Reestablishment of the Soviet rule in Estonia and Stalinism

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1944

Rebuilding of the Soviet rule begun with the invasion of the Red Army in 1944. The high authorities of the Estonian SSR centered in Võru at first, as the Germans were still holding Tallinn. In the power hierarchy of the Estonian SSR, the highest position was held by the Secretary General of Estonian Communist Party, who, since 1941, had been Nikolai Karotamm.

In addition to the executions and deportations of 1940 and 1941, new mass arrests begun in 1944. Goal of the violence policy was to bring the whole society under its control. The policy was set by the party, and carried out by the security agency.

In 1944-45, the number of repressed was about 30,000 people. People considered to be disloyal to the Soviet rule were sent to prison or labor camps. High peak of the violence policy was on the night of March 26, 1949: 20,772 people were deported to Siberia. Majority of the deported were women and children, their destinations were mainly Karsnoyjarsk Krai and Novosibirsk Oblast.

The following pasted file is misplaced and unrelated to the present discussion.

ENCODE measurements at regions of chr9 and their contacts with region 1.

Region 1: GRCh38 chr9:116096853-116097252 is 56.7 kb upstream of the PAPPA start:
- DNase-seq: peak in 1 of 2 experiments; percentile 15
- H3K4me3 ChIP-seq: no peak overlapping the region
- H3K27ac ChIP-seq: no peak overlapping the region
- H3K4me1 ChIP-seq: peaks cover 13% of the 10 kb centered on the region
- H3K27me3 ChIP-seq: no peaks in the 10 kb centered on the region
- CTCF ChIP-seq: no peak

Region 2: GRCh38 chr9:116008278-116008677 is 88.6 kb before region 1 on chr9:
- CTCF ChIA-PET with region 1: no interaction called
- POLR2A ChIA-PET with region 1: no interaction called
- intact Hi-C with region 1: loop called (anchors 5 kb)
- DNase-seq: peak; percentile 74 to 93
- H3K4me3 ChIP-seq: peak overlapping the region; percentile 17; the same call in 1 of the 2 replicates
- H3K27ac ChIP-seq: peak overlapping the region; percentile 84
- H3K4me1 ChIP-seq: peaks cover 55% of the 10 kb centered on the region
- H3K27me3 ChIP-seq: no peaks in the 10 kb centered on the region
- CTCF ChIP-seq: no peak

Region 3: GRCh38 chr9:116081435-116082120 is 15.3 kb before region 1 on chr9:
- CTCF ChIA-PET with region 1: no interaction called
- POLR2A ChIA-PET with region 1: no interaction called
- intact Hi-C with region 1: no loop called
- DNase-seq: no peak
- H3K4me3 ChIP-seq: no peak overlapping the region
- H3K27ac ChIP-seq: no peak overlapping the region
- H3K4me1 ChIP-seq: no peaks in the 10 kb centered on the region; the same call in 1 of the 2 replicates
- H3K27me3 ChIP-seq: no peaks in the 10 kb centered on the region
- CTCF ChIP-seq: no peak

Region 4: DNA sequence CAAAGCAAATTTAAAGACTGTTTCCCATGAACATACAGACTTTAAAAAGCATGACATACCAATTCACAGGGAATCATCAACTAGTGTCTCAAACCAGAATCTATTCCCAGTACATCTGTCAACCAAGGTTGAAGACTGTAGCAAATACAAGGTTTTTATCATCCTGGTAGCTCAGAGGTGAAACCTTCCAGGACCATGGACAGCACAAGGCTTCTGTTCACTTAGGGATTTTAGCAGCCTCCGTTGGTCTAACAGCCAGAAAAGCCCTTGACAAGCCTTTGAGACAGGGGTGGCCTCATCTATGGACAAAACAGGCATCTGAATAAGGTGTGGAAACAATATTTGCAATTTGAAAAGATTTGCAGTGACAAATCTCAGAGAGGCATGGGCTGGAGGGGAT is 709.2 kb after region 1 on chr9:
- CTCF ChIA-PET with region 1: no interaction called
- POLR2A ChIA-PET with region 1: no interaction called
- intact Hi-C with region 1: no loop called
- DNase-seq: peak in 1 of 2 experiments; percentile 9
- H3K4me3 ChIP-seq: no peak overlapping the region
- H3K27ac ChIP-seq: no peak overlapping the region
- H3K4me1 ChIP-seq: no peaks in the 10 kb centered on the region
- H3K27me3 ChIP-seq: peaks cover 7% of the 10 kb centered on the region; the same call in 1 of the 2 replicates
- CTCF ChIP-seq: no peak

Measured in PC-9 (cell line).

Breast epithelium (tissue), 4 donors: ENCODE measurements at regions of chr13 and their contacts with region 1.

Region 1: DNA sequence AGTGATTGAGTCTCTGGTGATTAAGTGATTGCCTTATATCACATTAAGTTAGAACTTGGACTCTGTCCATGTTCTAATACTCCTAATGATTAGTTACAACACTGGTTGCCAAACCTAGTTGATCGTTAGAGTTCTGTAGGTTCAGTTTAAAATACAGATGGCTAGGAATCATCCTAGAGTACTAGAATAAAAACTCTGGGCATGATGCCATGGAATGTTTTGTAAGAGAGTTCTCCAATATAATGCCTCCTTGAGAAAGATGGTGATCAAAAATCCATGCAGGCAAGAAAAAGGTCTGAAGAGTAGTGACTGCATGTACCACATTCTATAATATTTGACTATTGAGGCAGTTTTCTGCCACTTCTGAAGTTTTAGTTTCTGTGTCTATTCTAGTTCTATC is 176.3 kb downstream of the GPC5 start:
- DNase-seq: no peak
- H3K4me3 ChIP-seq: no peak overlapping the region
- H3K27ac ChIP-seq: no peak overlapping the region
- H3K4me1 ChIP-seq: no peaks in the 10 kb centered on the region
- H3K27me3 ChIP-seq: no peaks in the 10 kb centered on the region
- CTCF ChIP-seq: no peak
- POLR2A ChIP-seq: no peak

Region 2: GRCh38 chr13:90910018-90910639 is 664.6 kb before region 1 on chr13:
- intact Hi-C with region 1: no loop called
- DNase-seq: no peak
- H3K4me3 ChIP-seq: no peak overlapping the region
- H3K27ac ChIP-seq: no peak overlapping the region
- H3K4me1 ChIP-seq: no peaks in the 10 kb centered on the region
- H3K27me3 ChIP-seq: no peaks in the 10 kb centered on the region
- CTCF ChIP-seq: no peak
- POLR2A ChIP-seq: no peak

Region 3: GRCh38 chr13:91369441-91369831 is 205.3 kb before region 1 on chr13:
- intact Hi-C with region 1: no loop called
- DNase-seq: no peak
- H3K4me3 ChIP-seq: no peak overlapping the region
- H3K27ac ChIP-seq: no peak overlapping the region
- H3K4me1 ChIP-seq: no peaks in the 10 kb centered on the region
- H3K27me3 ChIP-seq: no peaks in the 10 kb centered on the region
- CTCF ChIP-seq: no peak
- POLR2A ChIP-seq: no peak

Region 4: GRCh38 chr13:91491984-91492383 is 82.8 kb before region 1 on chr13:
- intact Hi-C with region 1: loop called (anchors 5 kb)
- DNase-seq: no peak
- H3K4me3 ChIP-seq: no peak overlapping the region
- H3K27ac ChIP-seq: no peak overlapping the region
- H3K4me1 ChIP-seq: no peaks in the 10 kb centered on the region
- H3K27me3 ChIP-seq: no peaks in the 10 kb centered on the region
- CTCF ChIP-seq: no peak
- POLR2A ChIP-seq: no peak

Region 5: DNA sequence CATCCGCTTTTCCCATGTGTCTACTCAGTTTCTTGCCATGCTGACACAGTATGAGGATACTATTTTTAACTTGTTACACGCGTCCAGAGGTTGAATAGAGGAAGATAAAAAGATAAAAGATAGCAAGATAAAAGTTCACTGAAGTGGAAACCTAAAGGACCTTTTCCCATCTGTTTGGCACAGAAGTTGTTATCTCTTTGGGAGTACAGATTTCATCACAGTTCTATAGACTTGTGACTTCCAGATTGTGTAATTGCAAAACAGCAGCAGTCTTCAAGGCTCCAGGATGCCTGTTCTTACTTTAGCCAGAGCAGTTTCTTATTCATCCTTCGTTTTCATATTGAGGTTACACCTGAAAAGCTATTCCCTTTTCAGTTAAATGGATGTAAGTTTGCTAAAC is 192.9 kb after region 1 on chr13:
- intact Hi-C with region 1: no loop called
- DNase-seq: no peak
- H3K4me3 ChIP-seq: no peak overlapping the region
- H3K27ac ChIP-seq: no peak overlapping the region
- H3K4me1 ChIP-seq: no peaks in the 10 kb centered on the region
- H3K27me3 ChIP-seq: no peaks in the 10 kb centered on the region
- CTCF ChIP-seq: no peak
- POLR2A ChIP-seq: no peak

For a long time, majority of the Estonians negated the Soviet rule, both passively and actively. This took the form of the partisan war in the forests of Estonia. Direct armed conflicts took place from 1944 to 1953. These "forest brothers" were people, who avoided mobilization into the Red Army, or had fled from the Soviet rule (about 30,000 people all together). All over Estonia, the groups of forest brothers waged guerrilla warfare against the Soviet rule. They killed Soviet activist, but also robbed stores and farms, adding to the feeling of fear and terror in the rural areas. This was a "war after war", bringing lots of casualties to both sides. This resistance, lasting for several years, showed that Estonia did not surrender without a fight.

In economy, the development of the industry was favoured. In Virumaa, oil-shale industry was widened; also machine- and metal industries were developed. Throughout the Soviet era, main emphasis was on the heavy industry, supporting the economic interests of the East, and not Estonia.

The Soviet land reform was mainly about the expropriation of land and its nationalization. From 1944 to 1947, 927,000 ha land was expropriated. This was followed by the establishment of collective farms. The mass-deportation of 1949 was organized to help this process along - to scare the people. National planned economy was put in place: the demand was set in Moscow and local areas had to try to fulfill it.

Stalin era was also about a strong ideological pressure. It reached its peak in 1950, when during the March Plenary of the ECP, hundreds of bourgeois nationalists were condemned. The leaders of the Estonian SSR were changed, Johannes Käbin became the Secretary General of the ECP, and held that position until 1978.

Source: M.Laur, A. Pajur, T. Tannberg "Eesti ajalugu II" Tallinn 1995 "Avita"

 

 


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